Whether you and your partner are dating, living together, or are recently engaged and in the midst of planning your wedding, premarital relationships are defined by their excitement and newness that many refer to as the “honeymoon” stage. By building Love Maps to develop a deep sense of shared meaning in your relationship, this phase never has to end. In fact, if you take time everyday to update your awareness of each other’s inner world by building a culture of appreciation, admiration, fondness, and respect, your relationship will actually become stronger as the years go on.
Look a the 52 Questions Before Marriage or Moving In Card Deck. These open-ended questions help create friendship and intimacy by encouraging you to know each other deeply, particularly in the areas of romance, social life, work, and money. These questions can help you determine your compatibility before you take your relationship to the next level, encourage open discussion about sensitive topics, and tackle tough issues before they become emotionally charged. Remember that there are no right or wrong answers; each question presents a unique opportunity to grow in your relationship together.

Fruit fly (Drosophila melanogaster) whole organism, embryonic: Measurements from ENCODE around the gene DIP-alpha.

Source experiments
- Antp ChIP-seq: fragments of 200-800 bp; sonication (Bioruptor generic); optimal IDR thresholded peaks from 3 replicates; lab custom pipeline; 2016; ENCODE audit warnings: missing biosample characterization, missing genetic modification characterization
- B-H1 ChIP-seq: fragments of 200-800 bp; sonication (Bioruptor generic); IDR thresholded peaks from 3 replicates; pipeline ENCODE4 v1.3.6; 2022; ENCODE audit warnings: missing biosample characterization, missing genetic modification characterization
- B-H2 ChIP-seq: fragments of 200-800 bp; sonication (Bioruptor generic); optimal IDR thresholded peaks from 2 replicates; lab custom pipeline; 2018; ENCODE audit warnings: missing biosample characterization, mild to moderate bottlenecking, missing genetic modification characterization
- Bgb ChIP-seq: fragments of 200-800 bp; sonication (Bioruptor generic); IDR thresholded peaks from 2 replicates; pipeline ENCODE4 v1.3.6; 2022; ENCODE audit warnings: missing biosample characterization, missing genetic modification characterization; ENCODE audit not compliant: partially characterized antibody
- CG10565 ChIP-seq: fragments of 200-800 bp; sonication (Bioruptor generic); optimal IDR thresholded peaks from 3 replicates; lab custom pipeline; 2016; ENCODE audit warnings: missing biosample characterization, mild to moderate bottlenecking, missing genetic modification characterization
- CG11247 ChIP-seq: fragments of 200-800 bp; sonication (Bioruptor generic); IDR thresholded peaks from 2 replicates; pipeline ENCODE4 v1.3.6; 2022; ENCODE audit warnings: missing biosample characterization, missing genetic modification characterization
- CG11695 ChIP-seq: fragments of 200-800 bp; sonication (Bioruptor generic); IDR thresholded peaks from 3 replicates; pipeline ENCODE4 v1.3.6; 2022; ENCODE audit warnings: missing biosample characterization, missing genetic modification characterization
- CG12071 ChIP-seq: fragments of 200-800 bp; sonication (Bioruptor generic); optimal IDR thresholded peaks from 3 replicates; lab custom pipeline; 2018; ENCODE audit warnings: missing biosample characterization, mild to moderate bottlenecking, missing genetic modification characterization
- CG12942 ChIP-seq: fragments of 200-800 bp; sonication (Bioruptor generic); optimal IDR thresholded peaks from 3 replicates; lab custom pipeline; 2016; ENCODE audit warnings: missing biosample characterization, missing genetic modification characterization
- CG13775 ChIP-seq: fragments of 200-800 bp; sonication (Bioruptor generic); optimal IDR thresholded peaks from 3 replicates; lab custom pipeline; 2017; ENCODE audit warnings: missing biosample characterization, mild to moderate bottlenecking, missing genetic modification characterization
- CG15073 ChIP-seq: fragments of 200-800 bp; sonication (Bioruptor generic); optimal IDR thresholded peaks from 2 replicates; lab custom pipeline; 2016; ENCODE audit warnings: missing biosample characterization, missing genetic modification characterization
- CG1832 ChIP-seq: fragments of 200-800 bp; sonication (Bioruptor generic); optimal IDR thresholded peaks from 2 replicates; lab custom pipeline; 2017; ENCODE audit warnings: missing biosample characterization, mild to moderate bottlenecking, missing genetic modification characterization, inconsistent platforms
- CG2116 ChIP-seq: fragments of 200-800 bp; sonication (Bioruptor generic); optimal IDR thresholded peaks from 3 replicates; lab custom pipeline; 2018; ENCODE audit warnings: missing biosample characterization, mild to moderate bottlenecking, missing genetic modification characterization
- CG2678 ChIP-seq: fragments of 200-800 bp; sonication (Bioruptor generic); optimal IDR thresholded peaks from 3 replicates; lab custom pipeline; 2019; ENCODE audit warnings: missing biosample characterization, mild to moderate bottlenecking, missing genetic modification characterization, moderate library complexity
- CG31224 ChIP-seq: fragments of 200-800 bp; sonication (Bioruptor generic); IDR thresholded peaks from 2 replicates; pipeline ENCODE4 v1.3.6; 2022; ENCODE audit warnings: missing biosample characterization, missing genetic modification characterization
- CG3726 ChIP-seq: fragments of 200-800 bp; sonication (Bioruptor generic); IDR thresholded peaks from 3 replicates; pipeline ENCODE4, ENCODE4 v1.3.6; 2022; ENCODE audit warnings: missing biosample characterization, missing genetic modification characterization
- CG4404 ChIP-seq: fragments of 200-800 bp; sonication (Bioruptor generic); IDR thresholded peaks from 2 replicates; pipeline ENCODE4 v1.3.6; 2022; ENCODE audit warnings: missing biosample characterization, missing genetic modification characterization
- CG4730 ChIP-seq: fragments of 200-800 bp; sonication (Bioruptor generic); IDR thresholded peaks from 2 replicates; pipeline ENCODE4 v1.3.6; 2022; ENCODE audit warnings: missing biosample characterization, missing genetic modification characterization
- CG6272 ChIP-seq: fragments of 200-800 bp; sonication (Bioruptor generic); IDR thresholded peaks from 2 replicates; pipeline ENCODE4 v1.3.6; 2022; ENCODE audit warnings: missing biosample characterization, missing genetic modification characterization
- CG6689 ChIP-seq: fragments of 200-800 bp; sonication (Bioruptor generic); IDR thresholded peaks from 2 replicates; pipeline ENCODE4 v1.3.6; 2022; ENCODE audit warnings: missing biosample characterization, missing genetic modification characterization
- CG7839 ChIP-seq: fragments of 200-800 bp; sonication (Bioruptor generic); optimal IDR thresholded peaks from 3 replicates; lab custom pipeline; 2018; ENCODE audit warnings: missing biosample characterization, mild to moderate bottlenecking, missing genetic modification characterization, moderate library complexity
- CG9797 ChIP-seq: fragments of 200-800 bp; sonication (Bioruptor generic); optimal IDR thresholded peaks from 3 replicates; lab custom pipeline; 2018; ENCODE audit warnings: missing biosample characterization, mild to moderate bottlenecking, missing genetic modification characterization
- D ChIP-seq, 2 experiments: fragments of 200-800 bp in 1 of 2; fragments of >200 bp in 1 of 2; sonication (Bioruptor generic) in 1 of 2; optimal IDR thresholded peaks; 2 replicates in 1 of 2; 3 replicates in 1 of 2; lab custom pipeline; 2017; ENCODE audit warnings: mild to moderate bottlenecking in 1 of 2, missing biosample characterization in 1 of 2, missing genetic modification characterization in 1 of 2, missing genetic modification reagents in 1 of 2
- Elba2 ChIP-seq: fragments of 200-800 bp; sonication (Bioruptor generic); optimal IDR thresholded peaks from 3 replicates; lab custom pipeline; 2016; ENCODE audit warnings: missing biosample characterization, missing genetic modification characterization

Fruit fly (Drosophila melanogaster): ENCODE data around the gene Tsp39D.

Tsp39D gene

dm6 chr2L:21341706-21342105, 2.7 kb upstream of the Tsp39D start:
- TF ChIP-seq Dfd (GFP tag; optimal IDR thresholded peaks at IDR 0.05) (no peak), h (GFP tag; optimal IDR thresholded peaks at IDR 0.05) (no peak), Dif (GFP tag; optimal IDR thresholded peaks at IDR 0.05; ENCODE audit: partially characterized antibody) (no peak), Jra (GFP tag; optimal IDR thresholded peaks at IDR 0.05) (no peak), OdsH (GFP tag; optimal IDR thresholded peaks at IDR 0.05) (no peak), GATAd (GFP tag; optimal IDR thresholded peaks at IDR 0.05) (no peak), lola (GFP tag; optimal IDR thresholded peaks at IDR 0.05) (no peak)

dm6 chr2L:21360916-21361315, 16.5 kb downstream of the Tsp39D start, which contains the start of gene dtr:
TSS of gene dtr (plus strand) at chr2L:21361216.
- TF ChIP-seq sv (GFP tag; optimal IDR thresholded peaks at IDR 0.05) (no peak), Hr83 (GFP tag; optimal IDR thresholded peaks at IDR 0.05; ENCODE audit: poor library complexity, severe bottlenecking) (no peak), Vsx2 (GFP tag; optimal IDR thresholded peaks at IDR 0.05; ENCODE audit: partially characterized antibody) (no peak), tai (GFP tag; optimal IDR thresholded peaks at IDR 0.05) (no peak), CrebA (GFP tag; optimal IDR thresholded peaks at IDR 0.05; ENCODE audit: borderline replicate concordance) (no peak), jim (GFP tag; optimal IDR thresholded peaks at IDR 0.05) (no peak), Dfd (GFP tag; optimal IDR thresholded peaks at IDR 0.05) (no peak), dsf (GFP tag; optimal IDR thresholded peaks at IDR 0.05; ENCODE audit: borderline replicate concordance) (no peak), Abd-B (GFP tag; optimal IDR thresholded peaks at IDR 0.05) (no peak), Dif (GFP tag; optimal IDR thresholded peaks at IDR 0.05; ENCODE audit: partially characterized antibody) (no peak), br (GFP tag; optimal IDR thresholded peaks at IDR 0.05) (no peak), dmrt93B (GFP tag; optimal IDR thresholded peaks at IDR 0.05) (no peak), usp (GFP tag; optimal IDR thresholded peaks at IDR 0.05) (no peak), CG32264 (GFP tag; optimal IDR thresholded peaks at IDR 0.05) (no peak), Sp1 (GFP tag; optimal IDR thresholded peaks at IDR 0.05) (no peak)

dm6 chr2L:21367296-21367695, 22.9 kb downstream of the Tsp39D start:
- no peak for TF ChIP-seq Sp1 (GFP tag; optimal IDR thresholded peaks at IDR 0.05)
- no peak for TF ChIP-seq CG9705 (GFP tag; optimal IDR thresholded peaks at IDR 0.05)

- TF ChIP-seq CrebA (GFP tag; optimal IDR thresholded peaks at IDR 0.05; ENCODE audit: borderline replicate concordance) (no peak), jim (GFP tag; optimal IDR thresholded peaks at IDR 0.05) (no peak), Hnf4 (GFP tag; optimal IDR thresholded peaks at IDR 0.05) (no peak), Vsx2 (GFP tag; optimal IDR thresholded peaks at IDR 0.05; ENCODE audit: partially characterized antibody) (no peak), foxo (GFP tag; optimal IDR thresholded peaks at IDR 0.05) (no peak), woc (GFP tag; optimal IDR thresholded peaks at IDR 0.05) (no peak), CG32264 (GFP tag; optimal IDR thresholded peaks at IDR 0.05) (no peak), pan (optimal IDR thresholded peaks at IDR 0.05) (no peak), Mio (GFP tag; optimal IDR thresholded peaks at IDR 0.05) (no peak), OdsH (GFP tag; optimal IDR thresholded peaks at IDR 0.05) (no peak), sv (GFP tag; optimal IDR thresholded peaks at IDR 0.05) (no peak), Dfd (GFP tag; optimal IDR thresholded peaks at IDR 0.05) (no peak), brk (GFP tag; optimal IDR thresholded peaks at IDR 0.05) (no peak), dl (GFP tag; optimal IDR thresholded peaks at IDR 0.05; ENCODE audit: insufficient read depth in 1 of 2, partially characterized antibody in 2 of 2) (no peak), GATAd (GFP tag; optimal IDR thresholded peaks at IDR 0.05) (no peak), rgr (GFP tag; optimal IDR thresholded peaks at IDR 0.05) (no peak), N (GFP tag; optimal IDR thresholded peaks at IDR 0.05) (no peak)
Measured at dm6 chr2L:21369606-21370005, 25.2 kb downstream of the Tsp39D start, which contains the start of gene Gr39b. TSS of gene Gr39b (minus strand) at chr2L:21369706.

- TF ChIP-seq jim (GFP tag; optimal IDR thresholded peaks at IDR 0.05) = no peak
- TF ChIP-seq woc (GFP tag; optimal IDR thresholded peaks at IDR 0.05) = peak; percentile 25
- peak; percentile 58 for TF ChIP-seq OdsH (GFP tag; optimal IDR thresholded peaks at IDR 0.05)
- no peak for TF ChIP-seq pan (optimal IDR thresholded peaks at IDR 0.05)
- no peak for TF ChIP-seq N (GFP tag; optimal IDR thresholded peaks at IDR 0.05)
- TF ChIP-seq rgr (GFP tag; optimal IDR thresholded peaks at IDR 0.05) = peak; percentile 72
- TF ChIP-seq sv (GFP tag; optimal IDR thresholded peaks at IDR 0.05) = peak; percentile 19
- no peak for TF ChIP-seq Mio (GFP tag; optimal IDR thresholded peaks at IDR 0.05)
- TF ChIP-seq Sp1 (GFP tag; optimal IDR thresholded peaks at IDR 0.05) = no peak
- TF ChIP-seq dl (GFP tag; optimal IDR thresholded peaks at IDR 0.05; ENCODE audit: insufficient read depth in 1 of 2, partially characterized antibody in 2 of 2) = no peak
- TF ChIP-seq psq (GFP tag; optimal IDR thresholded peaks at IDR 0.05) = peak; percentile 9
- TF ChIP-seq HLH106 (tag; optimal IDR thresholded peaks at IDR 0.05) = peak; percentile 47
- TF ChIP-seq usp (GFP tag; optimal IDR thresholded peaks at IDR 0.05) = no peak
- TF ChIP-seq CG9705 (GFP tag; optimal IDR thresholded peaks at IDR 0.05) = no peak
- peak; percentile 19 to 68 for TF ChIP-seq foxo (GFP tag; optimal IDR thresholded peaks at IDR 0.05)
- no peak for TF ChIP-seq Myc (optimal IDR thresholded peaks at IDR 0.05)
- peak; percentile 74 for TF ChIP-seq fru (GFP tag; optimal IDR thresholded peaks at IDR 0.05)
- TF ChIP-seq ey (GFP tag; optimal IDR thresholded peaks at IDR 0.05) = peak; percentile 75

Questions about Romance:
- Describe your vision, rituals, vows, and logistics for your marriage ceremony.
- What does loving each other mean to you? In what ways does your partner demonstrate love for you?
- What made you decide to get married? What do you expect will change when you get married?
Questions about Social Life:
- Where do you want to live? City, country, apartment, house, other?
- Describe how you picture your day-to-day life together. What meals do you plan to eat together? Apart?
- Which friends of your partner’s do you like most? Least?
Questions about Work:
- What are your expectations for your partner’s career success? How does his or her level of ambition differ from yours?
- What reasons might there be for one or both of you to cut back on work hours?
- How do you feel about utilizing childcare?
Questions about Money:
- How much money is “enough” to have a child? What kind of allowance or financial provision will the children receive?
- How do you set boundaries around the requirements of your job? Do you equate earnings with success?
- How will you decide whose money purchases common and shared items?
Remember to give yourself and your partner time to process the emotional reactions caused by your conversations. Listen intently to your partner, remember their answers, and, most importantly, have fun!